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  • A Science-and-Art Interstellar Message:The Self-Similar Sierpinski Gasket
  • Lui Lam

If extraterrestrial intelligence (ETI) exists, whether carbon-based or not, it is nothing but a particular type of complex system existing in the universe. Being a complex system, it must share the common traits of all (or almost all) known complex systems. For example, an ETI, like a human, is very likely an active walker [1] that changes its surrounding landscape (physical or virtual) through its every action and is in turn influenced and limited by the changed landscape.

Like us, being a complex system, an ETI will recognize immediately the property of self-similarity (the principle behind fractals), which is a property shared by many complex systems. Being self-similar is not the same as being identical or similar. An object is self-similar if a small part of it (when blown up in scale) looks similar or identical to the whole. Trees are such an example; in fact, the existence of bonsai (called "plate scenery" by the Chinese) is an example of self-similarity, in which a small branch of a tree may look like the whole tree. In Africa, Ba-ila settlements established before 1944 are arranged in a self-similar pattern [2], even though the settlers themselves may not be aware of fractals. A self-similar mosaic (a Sierpinski gasket in fact), an art object, actually lies on the floor of a cathedral built in the year 1304 in [End Page 37] Agnani, Italy [3]. Finally, the foam-like material structure of our universe is a fractal. Self-similar objects thus exist ubiquitously over many scales on Earth and elsewhere in the universe.


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Fig. 4.

Photo of Tuareg leatherwork with cotton embroidery, Bourem (Mali), 1947. Some of the fractal qualities of the Sierpinski gasket are reflected in this piece of African art.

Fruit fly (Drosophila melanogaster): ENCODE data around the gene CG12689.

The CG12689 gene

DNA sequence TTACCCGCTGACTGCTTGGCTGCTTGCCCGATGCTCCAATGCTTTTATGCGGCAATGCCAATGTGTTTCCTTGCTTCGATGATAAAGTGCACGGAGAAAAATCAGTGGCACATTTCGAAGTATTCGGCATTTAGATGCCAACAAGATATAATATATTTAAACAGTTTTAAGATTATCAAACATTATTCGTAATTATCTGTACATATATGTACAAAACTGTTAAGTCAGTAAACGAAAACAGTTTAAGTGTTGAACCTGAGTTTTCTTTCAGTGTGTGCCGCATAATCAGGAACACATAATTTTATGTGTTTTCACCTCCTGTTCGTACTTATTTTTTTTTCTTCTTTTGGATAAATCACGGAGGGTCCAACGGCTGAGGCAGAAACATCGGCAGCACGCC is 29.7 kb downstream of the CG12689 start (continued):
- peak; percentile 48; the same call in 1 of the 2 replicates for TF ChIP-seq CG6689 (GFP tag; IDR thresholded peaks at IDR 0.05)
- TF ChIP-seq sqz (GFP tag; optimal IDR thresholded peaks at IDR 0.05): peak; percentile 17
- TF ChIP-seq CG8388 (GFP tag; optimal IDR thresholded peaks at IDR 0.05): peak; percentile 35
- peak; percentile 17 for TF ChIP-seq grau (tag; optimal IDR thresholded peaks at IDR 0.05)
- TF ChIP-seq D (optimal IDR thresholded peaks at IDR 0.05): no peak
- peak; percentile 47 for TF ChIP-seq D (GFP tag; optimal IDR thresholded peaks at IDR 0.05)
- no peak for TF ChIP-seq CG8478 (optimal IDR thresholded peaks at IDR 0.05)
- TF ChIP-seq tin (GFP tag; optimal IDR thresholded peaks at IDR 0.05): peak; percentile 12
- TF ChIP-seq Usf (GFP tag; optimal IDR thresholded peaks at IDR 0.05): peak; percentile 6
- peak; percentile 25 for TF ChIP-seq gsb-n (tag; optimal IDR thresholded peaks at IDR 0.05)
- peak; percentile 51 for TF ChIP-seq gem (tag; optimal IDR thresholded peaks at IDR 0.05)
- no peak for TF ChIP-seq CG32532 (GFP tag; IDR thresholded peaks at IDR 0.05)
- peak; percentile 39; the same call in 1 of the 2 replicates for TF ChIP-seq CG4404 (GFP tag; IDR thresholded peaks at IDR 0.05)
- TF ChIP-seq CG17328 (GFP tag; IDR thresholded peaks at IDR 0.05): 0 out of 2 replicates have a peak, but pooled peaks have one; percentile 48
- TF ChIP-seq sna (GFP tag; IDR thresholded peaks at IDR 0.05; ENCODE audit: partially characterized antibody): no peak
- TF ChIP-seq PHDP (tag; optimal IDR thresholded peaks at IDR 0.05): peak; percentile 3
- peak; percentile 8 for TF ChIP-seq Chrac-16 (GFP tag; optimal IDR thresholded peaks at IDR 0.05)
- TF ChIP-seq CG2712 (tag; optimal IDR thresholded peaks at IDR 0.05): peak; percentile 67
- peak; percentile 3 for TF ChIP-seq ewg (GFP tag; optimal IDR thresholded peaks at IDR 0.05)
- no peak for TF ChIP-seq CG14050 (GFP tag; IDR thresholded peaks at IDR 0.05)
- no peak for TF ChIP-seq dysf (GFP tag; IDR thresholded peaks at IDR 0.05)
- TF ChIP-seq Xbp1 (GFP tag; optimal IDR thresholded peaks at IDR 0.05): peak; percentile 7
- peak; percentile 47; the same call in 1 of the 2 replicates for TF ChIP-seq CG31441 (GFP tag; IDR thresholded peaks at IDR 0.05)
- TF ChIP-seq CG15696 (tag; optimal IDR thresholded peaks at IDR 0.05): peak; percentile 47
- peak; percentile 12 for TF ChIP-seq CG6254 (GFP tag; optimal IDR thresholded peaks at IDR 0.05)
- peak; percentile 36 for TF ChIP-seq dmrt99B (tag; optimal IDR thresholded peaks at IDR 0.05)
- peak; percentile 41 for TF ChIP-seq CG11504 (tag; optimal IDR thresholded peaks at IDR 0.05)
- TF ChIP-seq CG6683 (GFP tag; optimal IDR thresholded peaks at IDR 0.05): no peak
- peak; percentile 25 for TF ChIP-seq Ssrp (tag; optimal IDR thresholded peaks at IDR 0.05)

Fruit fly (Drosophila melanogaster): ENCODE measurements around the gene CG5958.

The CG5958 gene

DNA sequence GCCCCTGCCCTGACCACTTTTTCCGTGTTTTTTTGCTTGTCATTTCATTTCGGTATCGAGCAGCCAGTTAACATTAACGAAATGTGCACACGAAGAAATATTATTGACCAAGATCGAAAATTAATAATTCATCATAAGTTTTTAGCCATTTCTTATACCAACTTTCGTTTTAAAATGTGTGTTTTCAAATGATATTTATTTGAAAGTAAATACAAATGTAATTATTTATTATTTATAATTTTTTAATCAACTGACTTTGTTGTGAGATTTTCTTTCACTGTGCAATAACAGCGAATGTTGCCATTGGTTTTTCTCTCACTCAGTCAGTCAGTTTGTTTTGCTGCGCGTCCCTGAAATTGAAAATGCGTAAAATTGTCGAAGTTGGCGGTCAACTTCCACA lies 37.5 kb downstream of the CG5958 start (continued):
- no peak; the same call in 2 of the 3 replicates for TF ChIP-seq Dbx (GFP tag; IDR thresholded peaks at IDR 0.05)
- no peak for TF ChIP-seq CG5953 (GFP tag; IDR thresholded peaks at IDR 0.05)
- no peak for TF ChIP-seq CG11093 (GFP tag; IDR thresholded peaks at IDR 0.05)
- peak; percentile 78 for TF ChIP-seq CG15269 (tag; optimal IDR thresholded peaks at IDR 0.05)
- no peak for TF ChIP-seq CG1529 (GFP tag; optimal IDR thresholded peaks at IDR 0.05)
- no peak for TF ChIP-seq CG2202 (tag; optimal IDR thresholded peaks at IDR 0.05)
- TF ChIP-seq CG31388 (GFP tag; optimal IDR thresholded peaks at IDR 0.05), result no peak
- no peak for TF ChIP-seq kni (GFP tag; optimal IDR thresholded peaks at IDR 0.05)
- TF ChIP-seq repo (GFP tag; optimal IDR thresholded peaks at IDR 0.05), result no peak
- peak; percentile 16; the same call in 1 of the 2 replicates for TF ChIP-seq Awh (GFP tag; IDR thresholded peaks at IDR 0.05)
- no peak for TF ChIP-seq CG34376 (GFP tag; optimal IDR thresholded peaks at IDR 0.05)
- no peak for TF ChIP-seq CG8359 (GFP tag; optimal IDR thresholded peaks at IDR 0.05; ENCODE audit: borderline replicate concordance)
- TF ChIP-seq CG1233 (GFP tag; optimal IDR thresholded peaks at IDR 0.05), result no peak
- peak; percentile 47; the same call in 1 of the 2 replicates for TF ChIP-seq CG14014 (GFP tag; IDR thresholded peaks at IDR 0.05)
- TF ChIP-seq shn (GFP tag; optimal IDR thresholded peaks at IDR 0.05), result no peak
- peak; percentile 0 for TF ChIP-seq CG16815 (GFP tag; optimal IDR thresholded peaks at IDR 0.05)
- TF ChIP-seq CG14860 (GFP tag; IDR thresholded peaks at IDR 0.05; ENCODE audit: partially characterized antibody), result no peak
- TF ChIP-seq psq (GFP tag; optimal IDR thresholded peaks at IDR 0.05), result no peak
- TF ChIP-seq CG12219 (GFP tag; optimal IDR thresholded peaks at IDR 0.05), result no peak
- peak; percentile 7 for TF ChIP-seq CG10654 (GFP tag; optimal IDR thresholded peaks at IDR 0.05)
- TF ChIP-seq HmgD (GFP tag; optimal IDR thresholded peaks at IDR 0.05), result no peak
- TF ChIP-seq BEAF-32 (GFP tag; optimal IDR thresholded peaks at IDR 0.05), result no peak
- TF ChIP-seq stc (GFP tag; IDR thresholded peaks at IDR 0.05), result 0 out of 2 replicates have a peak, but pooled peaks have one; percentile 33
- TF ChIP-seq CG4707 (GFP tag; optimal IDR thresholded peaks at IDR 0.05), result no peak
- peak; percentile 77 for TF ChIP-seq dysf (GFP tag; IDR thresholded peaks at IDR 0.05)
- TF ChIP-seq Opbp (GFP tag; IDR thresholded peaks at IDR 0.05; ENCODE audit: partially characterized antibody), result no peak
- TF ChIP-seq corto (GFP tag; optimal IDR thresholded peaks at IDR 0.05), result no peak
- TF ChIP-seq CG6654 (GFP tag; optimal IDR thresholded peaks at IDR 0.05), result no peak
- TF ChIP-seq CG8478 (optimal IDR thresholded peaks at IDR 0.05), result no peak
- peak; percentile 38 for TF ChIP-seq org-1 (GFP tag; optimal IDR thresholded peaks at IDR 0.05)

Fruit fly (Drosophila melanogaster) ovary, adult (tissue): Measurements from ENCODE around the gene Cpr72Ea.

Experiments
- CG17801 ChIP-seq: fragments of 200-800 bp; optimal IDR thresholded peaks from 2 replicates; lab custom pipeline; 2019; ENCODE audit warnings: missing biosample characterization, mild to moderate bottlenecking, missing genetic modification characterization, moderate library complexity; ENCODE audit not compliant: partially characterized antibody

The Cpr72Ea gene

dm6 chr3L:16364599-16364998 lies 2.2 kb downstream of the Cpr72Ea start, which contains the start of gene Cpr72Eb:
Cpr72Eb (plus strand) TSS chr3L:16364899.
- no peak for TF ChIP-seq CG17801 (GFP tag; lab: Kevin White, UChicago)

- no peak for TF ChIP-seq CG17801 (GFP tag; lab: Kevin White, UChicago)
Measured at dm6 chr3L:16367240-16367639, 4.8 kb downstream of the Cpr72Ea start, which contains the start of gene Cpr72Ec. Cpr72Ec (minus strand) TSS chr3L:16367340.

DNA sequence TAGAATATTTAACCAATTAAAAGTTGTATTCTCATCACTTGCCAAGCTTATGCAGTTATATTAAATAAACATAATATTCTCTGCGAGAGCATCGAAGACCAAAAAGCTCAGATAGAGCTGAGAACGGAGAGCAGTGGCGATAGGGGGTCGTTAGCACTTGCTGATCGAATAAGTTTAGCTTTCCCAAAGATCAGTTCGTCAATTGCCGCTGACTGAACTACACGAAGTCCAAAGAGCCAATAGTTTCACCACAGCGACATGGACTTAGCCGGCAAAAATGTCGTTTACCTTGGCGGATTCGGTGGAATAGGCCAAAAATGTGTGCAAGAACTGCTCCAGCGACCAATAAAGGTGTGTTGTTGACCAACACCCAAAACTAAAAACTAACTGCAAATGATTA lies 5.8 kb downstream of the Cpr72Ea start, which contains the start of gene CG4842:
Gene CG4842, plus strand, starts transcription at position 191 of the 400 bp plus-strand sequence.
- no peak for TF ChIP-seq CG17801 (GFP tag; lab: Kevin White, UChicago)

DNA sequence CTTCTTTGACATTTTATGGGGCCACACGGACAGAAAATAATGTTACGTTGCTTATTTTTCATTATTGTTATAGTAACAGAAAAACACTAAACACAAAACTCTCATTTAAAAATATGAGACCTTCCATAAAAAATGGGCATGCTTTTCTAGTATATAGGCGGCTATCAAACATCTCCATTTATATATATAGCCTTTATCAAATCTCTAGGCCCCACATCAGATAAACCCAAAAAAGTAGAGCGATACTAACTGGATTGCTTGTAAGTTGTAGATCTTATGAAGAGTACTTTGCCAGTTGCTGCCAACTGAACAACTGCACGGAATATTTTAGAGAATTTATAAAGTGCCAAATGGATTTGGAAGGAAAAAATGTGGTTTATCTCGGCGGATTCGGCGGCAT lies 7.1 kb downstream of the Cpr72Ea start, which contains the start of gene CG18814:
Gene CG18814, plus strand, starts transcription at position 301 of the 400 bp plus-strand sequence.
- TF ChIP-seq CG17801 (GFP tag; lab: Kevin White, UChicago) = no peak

Photo © Jean Gabus. Courtesy Musée d'Ethnographie, Neuchatel, Switzerland

The simplest example of fractals is the Sierpinski gasket (SG), named by B.B. Mandelbrot after the Polish mathematician Waclaw Sierpinski [4]. The SG is obtained by first dividing an equilateral triangle into four equal, smaller equilateral triangles, and then removing the middle one. The process is repeated for the three existing triangles ad infinitum. SG designs are at once simple and beautiful, already existing throughout human civilization (see Fig. 4), and perhaps also existing in the history of ETI, or is at least recognizable by ETI. The SG is both a science and an art object; its human-made nature cannot be mistaken by ETI because of its neat design. (In fact, it is more than self-similar; it is "self-identical.") Moreover, the SG is extremely easy to draw graphically, and it can be computer-generated in at least four different ways, all with only a few lines of code. In short, the SG is the ideal science-and-art object to be beamed to any ETI.

Lui Lam
Department of Physics, San Jose State University, San Jose, CA 95192-0106, U.S.A. E-mail: <luilam@email.sjsu.edu>.

References and Notes

1. L. Lam, Nonlinear Physics for Beginners (Singapore: World Scientific, 1998).
2. R. Eglash, "Fractals in African Settlement Architecture," Complexity 4 (1998) pp. 21-29.
3. Rachel Stanley, at age 10 in 1988, discovered this mosaic in Agnani, Italy. A photo of this mosaic is reproduced in E. Guyon and H.E. Stanley, Fractal Forms (Amsterdam: Elsevier North-Holland, 1991).
4. W. Sierpinski, "Sur une courbe cantonrienne qui content une image biunivoquet et continue detoute courbe donne," Comptes Rendus de l'Académie des Sciences, Paris162 (1916) pp. 629-632. [End Page 38]
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Additional Information

ISSN
1530-9282
Print ISSN
0024-094X
Pages
pp. 37-38
Launched on MUSE
2004-02-27
Open Access
No
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